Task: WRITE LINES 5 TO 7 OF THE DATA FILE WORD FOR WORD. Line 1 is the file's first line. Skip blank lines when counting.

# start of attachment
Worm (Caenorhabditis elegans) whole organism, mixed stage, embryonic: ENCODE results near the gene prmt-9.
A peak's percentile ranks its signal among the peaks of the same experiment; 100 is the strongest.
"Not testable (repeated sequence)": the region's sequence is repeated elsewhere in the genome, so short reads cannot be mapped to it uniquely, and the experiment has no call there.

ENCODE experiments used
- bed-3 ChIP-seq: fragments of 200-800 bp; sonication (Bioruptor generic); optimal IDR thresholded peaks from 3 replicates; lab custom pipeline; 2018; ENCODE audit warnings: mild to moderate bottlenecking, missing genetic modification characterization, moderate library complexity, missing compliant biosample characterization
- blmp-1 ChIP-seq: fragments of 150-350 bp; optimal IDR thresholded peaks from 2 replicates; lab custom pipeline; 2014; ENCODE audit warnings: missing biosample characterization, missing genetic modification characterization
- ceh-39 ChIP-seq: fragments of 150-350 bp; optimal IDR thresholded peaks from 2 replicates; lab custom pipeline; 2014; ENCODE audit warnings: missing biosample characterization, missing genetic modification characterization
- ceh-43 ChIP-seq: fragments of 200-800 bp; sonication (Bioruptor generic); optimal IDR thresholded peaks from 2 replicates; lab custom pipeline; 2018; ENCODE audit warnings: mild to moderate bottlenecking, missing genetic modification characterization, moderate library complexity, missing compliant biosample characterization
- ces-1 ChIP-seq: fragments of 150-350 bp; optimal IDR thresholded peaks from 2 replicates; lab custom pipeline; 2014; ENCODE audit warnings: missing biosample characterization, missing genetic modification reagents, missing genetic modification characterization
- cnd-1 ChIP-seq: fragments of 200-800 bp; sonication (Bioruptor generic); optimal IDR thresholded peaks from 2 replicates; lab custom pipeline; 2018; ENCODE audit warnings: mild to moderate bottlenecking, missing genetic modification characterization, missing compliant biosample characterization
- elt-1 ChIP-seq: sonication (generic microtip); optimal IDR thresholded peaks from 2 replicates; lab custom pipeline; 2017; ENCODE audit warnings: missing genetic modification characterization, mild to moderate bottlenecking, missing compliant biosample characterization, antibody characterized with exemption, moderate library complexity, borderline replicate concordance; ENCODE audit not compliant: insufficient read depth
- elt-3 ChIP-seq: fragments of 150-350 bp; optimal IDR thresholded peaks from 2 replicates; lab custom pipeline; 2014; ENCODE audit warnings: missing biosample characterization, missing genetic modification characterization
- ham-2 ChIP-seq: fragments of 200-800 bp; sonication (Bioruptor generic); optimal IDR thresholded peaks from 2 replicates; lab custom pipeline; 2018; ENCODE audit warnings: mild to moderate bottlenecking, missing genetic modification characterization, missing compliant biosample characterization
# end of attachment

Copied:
- bed-3 ChIP-seq: fragments of 200-800 bp; sonication (Bioruptor generic); optimal IDR thresholded peaks from 3 replicates; lab custom pipeline; 2018; ENCODE audit warnings: mild to moderate bottlenecking, missing genetic modification characterization, moderate library complexity, missing compliant biosample characterization
- blmp-1 ChIP-seq: fragments of 150-350 bp; optimal IDR thresholded peaks from 2 replicates; lab custom pipeline; 2014; ENCODE audit warnings: missing biosample characterization, missing genetic modification characterization
- ceh-39 ChIP-seq: fragments of 150-350 bp; optimal IDR thresholded peaks from 2 replicates; lab custom pipeline; 2014; ENCODE audit warnings: missing biosample characterization, missing genetic modification characterization